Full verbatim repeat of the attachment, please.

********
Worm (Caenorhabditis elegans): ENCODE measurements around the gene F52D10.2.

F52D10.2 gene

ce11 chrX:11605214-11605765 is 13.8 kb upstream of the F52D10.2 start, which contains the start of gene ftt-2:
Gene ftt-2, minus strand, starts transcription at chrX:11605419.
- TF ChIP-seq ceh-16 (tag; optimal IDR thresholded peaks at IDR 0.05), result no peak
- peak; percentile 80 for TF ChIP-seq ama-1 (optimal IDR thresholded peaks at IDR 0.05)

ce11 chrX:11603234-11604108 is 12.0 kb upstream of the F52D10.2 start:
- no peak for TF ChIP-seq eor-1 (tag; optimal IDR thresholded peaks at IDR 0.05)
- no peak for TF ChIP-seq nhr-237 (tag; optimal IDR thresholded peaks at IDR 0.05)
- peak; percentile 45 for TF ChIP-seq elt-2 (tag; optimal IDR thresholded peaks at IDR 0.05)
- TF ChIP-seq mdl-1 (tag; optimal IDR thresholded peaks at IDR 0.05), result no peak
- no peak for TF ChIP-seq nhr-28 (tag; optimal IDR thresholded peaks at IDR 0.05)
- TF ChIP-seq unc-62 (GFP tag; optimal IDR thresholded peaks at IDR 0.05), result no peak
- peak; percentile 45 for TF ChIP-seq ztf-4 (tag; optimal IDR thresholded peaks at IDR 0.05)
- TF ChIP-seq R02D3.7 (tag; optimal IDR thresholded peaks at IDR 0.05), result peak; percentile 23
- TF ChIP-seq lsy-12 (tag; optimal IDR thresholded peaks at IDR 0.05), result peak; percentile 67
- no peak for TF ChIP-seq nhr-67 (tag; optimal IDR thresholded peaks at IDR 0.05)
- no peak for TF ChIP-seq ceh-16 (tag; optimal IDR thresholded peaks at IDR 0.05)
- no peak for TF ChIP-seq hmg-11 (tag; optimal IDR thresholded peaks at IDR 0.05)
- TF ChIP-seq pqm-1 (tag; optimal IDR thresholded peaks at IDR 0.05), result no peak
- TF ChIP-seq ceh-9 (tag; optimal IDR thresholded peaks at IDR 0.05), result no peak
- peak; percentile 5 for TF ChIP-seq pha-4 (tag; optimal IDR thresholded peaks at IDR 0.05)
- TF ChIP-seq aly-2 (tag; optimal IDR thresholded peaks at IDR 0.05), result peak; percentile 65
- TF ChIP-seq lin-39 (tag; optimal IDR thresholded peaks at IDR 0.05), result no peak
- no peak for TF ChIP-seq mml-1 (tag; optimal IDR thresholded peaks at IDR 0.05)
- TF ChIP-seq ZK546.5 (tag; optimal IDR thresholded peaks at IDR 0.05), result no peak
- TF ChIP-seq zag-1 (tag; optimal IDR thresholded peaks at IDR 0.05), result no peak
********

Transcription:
Worm (Caenorhabditis elegans): ENCODE measurements around the gene F52D10.2.

F52D10.2 gene

ce11 chrX:11605214-11605765 is 13.8 kb upstream of the F52D10.2 start, which contains the start of gene ftt-2:
Gene ftt-2, minus strand, starts transcription at chrX:11605419.
- TF ChIP-seq ceh-16 (tag; optimal IDR thresholded peaks at IDR 0.05), result no peak
- peak; percentile 80 for TF ChIP-seq ama-1 (optimal IDR thresholded peaks at IDR 0.05)

ce11 chrX:11603234-11604108 is 12.0 kb upstream of the F52D10.2 start:
- no peak for TF ChIP-seq eor-1 (tag; optimal IDR thresholded peaks at IDR 0.05)
- no peak for TF ChIP-seq nhr-237 (tag; optimal IDR thresholded peaks at IDR 0.05)
- peak; percentile 45 for TF ChIP-seq elt-2 (tag; optimal IDR thresholded peaks at IDR 0.05)
- TF ChIP-seq mdl-1 (tag; optimal IDR thresholded peaks at IDR 0.05), result no peak
- no peak for TF ChIP-seq nhr-28 (tag; optimal IDR thresholded peaks at IDR 0.05)
- TF ChIP-seq unc-62 (GFP tag; optimal IDR thresholded peaks at IDR 0.05), result no peak
- peak; percentile 45 for TF ChIP-seq ztf-4 (tag; optimal IDR thresholded peaks at IDR 0.05)
- TF ChIP-seq R02D3.7 (tag; optimal IDR thresholded peaks at IDR 0.05), result peak; percentile 23
- TF ChIP-seq lsy-12 (tag; optimal IDR thresholded peaks at IDR 0.05), result peak; percentile 67
- no peak for TF ChIP-seq nhr-67 (tag; optimal IDR thresholded peaks at IDR 0.05)
- no peak for TF ChIP-seq ceh-16 (tag; optimal IDR thresholded peaks at IDR 0.05)
- no peak for TF ChIP-seq hmg-11 (tag; optimal IDR thresholded peaks at IDR 0.05)
- TF ChIP-seq pqm-1 (tag; optimal IDR thresholded peaks at IDR 0.05), result no peak
- TF ChIP-seq ceh-9 (tag; optimal IDR thresholded peaks at IDR 0.05), result no peak
- peak; percentile 5 for TF ChIP-seq pha-4 (tag; optimal IDR thresholded peaks at IDR 0.05)
- TF ChIP-seq aly-2 (tag; optimal IDR thresholded peaks at IDR 0.05), result peak; percentile 65
- TF ChIP-seq lin-39 (tag; optimal IDR thresholded peaks at IDR 0.05), result no peak
- no peak for TF ChIP-seq mml-1 (tag; optimal IDR thresholded peaks at IDR 0.05)
- TF ChIP-seq ZK546.5 (tag; optimal IDR thresholded peaks at IDR 0.05), result no peak
- TF ChIP-seq zag-1 (tag; optimal IDR thresholded peaks at IDR 0.05), result no peak